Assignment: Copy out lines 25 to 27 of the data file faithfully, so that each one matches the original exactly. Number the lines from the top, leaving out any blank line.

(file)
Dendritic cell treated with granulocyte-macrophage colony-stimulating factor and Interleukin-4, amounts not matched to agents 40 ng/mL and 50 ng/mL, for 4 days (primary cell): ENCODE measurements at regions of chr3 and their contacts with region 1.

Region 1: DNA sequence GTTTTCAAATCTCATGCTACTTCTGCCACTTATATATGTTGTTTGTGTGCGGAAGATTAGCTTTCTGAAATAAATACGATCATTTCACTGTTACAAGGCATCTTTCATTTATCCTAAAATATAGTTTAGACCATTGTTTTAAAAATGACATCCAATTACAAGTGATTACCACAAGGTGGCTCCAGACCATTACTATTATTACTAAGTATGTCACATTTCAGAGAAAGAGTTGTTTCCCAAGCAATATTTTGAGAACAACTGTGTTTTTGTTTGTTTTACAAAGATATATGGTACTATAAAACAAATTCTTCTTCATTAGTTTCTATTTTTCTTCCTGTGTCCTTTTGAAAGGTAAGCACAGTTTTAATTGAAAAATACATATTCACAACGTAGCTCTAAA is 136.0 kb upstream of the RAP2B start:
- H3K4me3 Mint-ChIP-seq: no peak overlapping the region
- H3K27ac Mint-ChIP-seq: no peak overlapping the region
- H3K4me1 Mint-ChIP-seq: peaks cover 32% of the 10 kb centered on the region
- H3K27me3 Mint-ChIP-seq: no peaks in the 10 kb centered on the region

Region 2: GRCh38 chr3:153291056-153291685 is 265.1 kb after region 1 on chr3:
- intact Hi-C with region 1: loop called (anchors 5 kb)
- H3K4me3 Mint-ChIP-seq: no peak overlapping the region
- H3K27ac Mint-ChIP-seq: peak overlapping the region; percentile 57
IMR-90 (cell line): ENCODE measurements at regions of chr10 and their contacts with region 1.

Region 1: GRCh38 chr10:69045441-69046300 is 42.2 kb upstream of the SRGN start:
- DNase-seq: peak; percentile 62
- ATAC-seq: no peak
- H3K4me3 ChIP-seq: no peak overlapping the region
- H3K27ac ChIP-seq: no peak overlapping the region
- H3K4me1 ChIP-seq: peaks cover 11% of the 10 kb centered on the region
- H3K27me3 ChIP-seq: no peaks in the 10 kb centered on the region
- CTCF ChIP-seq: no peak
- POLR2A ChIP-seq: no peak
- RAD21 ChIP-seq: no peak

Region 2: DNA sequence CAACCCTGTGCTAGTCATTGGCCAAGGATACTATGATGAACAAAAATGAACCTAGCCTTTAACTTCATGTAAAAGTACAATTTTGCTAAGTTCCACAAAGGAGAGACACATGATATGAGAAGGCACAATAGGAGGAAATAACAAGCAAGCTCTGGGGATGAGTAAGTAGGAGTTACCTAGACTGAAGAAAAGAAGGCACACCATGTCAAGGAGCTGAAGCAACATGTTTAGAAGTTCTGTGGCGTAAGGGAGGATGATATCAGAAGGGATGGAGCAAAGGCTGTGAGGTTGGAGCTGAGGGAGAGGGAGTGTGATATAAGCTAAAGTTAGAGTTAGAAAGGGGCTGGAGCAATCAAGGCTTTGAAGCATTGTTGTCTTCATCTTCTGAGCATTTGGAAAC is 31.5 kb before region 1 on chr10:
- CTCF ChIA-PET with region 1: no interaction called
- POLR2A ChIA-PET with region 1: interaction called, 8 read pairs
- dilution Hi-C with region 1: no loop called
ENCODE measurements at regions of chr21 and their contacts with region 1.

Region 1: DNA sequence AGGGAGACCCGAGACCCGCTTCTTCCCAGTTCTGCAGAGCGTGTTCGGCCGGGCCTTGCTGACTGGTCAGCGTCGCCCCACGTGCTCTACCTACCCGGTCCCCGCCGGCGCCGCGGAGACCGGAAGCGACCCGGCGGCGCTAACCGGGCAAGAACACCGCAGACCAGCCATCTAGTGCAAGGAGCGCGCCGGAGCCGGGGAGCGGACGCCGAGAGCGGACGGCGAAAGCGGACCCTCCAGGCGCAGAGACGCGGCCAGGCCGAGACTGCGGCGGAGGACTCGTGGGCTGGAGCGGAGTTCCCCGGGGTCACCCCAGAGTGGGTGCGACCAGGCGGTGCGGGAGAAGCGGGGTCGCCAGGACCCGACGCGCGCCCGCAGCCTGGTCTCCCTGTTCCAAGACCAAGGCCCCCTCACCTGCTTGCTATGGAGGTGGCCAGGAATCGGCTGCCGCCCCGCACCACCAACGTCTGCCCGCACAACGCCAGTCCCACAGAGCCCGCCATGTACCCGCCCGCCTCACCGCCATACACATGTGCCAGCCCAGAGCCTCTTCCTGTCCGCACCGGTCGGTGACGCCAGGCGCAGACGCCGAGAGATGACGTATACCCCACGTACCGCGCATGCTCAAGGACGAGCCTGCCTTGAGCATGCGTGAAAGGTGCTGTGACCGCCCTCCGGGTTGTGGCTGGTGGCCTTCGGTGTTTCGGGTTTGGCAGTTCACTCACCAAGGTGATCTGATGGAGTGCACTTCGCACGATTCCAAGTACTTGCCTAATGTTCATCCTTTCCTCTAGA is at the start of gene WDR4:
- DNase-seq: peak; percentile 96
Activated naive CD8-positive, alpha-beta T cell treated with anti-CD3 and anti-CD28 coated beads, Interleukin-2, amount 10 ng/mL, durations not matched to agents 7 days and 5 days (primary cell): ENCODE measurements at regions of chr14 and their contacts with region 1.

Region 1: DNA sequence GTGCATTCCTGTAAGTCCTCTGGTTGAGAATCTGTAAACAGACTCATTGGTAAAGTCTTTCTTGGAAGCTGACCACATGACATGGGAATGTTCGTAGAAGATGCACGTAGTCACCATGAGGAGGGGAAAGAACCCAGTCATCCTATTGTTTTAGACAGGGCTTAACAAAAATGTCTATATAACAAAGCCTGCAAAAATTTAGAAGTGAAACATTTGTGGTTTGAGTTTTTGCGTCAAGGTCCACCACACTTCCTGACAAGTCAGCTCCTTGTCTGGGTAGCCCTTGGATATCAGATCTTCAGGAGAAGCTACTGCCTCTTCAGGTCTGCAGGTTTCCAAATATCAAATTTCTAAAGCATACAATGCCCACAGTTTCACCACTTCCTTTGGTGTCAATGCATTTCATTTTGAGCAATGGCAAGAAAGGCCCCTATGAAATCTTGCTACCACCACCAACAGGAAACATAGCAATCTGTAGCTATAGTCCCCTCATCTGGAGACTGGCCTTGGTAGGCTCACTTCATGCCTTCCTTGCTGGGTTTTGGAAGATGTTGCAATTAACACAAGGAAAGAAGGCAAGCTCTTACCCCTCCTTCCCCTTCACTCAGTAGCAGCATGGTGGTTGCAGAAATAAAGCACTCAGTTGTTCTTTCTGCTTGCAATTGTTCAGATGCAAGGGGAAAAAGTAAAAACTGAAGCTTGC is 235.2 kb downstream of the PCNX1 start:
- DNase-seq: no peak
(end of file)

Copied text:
- dilution Hi-C with region 1: no loop called
ENCODE measurements at regions of chr21 and their contacts with region 1.

Region 1: DNA sequence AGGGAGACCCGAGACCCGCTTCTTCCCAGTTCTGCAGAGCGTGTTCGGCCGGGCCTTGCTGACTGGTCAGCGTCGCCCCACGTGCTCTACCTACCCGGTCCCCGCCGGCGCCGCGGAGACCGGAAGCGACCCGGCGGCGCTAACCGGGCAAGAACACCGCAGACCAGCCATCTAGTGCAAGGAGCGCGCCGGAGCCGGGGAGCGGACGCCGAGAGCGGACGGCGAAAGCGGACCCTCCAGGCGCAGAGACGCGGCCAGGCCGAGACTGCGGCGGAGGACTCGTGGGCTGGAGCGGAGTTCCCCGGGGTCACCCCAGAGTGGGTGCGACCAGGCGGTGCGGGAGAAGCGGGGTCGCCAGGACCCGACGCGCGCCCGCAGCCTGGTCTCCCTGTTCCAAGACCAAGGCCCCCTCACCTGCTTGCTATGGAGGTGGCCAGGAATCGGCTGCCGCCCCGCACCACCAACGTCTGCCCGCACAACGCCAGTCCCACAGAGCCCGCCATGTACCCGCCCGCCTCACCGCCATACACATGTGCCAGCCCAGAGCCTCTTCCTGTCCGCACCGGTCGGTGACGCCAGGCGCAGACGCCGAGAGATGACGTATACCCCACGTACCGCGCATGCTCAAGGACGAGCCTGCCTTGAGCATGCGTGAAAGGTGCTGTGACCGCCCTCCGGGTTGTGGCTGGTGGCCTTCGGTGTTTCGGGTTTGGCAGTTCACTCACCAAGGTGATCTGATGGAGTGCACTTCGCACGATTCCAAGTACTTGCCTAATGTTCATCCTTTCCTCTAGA is at the start of gene WDR4: